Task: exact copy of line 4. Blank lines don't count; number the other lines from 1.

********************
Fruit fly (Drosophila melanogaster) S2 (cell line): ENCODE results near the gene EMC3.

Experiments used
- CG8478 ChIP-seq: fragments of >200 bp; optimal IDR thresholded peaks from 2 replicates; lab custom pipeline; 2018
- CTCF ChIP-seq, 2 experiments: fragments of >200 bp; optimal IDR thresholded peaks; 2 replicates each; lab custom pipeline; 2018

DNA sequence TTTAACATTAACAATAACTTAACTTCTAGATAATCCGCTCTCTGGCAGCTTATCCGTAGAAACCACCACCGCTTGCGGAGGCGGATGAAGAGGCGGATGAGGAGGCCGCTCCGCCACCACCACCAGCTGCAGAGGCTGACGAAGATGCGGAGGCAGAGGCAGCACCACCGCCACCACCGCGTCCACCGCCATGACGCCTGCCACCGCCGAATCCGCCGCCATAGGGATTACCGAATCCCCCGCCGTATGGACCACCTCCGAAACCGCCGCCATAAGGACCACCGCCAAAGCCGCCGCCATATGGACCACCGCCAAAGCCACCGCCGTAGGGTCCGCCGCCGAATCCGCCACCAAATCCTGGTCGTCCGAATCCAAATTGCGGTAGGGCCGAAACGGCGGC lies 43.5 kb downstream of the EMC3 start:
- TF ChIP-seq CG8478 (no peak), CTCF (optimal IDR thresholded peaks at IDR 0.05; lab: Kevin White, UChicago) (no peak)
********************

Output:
- CTCF ChIP-seq, 2 experiments: fragments of >200 bp; optimal IDR thresholded peaks; 2 replicates each; lab custom pipeline; 2018